Azerbaijani and ethnic Armenian forces exchanged more gunfire near the disputed region of Nagorno-Karabakh over the weekend, killing two civilians and at least two soldiers, officials said Monday.There has been an alarming spike in shootings that Azerbaijani officials say has killed seven soldiers and civilians this month alone. The violence has raised new fears that full-scale fighting could break out again between both sides.
Armenian officials confirmed the weekend shooting, but denied there were fatalities on either side.Azerbaijan and Armenia remain locked in a dispute over Nagorno-Karabakh despite more than a decade of efforts by foreign mediators led by the U.S., Russia and France to help reach a resolution.
The region, which is inside Azerbaijan, has been under control of ethnic Armenian forces since a six-year conflict that erupted in the waning days of the Soviet Union. Some 30,000 people were killed and about 1 million were driven from their homes before a cease-fire was reached in 1994.
Gunfire breaks out regularly near Nagorno-Karabakh and the lack of resolution on the region’s status stokes persistent fears of a new war.
Azerbaijani Defense Ministry spokesman Eldar Sabiroglu said two Azerbaijani civilians were killed and two wounded in the shooting overnight Saturday in the Agdam region.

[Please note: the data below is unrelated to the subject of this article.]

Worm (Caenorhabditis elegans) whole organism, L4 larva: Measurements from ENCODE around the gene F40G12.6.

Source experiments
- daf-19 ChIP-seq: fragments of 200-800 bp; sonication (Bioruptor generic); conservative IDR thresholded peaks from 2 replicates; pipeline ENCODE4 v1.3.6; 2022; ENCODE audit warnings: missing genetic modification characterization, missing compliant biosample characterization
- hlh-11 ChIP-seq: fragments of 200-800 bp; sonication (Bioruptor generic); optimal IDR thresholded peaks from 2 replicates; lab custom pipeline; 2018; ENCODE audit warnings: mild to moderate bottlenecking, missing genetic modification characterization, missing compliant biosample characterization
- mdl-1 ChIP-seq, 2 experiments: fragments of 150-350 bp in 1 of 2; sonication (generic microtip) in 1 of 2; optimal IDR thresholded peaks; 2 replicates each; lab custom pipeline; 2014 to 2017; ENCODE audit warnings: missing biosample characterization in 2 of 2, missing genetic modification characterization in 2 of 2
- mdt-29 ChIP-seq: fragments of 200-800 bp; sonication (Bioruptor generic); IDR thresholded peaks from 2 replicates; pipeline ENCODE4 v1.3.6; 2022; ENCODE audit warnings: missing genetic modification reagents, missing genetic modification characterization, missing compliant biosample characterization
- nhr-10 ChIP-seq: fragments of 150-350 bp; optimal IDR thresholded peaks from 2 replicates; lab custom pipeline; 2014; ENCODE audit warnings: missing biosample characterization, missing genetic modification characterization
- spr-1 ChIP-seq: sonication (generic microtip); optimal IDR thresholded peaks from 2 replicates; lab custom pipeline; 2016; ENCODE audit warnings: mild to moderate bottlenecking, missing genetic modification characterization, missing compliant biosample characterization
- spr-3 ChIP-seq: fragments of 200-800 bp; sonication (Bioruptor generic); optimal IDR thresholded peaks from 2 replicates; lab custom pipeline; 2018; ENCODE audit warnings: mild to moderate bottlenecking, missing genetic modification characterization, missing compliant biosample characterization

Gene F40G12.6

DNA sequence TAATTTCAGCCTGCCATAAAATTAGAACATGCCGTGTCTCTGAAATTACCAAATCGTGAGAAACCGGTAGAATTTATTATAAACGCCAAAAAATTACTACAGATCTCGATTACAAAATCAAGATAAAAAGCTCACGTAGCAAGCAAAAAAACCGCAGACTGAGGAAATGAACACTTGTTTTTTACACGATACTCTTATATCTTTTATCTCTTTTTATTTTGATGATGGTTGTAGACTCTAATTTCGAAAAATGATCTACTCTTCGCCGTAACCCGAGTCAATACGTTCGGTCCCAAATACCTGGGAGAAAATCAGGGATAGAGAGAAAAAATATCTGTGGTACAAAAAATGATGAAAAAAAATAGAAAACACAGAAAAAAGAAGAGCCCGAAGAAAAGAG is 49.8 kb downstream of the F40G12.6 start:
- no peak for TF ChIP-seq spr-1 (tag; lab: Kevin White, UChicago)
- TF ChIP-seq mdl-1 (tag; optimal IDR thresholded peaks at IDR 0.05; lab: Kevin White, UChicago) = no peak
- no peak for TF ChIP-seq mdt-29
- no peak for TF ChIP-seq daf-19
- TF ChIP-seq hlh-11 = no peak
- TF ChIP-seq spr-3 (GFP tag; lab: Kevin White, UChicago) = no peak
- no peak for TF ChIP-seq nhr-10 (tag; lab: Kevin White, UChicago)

On Sunday, meanwhile, more small-arms fire broke out in another adjacent region, killing one Azerbaijani soldier and injuring another. An Armenian soldier was killed also, Sabiroglu said.
Nagorno-Karabakh’s defense minister, Lt. Col. Senor Asratian, denied there were fatalities, either civilian or military during the weekend skirmishes.
“As long as you don’t consider the regular violations of the cease-fire from the Azerbaijani side, then one could say that the situation along the line of control are fully normal,” he told The Associated Press.
In Yerevan, meanwhile, the skirmishes prompted comment from President Robert Kocharian, who told reporters that two ethnic Armenian officers were wounded when Azerbaijani forces attacked an outpost on Nagorno-Karabakh’s outskirts.
“It’s been a long time since artillery was used on the front line,” he said.
He said meditators from the Organization for Security and Cooperation in Europe later worked to persuade both sides to halt their gunfire.
Ali Hasanov, a top official with Azerbaijani President Ilham Aliev’s administration, accused Armenia of sparking the violence, and he linked it to the continuing unrest in Armenia that broke out following the Feb. 19 presidential election.
Police violently cracked down on days of protests by supporters of opposition candidate Levon Ter-Petrosian, who claimed the vote was flawed. Officials say the man Kocharian endorsed – Prime Minister Serge Sarkisian – won.
“The Armenian leadership has resorted to such provocations to distract attention of Armenians and the international community from the internal situation in the country” Hasanov alleged.
He said five Azerbaijani soldiers and two civilians have been killed this month alone in and around Nagorno-Karabakh, and several civilians and soldiers injured.